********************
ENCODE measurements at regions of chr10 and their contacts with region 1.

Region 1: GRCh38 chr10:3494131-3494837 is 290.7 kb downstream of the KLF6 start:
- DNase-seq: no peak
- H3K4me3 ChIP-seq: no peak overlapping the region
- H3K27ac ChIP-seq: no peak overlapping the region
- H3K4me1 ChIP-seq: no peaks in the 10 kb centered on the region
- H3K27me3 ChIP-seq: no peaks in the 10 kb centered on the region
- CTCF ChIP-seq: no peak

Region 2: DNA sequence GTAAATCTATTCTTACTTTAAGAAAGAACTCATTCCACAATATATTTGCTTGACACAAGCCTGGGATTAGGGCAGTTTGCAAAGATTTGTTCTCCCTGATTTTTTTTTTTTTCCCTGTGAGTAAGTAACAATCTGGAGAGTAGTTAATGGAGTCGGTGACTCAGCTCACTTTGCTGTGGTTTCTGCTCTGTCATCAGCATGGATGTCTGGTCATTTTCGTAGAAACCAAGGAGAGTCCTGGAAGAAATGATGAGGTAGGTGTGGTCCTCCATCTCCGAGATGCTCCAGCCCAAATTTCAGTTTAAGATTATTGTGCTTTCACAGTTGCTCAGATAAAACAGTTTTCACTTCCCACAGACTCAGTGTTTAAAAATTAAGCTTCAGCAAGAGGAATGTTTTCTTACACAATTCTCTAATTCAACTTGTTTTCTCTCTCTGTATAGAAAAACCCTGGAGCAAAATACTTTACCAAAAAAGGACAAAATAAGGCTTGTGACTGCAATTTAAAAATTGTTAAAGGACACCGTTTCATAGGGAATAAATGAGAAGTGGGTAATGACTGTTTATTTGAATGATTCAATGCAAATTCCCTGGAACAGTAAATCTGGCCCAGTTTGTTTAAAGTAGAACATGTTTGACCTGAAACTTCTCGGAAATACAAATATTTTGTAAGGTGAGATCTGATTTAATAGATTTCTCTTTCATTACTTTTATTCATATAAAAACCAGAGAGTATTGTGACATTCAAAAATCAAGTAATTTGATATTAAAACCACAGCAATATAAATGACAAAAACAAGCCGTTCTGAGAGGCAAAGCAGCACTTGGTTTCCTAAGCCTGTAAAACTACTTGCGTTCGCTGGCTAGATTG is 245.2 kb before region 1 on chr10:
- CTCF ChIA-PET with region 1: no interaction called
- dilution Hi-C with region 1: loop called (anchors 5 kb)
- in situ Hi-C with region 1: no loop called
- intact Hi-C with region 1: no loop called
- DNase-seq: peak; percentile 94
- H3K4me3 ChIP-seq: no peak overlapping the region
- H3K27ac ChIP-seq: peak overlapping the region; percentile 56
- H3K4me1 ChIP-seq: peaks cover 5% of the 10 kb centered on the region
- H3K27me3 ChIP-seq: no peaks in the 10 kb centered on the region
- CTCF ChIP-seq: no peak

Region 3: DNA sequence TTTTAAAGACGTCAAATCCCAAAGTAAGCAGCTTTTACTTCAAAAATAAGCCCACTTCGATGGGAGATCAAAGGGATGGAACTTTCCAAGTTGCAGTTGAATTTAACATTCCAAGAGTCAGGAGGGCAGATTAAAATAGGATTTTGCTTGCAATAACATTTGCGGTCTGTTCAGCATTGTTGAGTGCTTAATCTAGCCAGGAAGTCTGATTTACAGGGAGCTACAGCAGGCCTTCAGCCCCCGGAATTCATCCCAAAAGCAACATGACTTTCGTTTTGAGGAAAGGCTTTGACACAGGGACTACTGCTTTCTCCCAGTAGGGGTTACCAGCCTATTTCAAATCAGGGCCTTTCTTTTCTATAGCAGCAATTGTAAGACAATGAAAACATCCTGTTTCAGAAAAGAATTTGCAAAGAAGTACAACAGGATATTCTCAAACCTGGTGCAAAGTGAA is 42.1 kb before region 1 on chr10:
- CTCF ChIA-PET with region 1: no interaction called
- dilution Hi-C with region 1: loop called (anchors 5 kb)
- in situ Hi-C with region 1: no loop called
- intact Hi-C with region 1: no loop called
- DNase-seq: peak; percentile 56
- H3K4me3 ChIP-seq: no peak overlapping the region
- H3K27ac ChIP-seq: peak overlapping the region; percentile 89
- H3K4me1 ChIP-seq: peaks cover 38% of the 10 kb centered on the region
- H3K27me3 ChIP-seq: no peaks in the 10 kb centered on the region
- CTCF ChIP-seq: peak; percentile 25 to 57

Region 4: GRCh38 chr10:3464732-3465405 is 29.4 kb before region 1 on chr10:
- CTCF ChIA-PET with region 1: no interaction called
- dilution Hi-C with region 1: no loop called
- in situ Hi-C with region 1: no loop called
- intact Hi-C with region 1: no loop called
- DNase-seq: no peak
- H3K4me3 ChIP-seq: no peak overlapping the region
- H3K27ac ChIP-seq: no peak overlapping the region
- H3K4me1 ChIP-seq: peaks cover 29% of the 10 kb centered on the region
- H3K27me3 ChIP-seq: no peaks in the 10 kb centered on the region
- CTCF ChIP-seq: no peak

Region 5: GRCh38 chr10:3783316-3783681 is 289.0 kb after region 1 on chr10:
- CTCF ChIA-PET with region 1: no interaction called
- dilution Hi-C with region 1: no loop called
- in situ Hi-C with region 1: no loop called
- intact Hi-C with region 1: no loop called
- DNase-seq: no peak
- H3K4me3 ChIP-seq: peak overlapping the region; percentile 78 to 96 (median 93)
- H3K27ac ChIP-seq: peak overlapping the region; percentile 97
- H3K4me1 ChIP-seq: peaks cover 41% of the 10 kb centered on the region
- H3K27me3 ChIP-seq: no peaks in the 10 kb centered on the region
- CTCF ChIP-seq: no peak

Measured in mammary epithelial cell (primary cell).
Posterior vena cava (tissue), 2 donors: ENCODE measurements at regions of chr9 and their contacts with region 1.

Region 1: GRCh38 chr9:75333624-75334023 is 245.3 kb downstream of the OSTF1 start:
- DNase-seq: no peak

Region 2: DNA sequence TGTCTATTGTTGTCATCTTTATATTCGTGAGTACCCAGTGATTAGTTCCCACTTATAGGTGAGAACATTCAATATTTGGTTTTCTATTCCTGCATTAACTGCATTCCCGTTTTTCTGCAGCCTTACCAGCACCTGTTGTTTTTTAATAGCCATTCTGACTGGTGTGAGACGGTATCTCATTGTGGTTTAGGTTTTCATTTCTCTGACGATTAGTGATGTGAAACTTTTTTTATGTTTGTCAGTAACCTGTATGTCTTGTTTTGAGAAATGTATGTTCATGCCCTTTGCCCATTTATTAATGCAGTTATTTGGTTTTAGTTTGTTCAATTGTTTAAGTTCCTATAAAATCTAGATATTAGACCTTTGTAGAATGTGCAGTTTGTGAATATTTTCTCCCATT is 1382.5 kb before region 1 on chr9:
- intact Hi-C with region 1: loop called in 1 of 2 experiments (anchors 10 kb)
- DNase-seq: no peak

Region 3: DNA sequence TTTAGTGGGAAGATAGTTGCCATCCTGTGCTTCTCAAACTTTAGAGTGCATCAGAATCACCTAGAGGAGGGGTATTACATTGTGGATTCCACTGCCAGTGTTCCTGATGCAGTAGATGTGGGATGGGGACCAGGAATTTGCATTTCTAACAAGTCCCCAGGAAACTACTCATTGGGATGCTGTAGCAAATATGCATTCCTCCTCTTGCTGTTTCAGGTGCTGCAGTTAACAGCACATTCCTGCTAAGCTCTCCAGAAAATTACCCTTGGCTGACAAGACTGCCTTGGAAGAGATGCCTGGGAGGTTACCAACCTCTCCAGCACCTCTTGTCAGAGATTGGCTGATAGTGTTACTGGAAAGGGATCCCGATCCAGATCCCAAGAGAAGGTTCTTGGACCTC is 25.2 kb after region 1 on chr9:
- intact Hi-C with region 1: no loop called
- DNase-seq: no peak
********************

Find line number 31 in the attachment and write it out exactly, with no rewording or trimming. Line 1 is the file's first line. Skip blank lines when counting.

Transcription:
Region 4: GRCh38 chr10:3464732-3465405 is 29.4 kb before region 1 on chr10: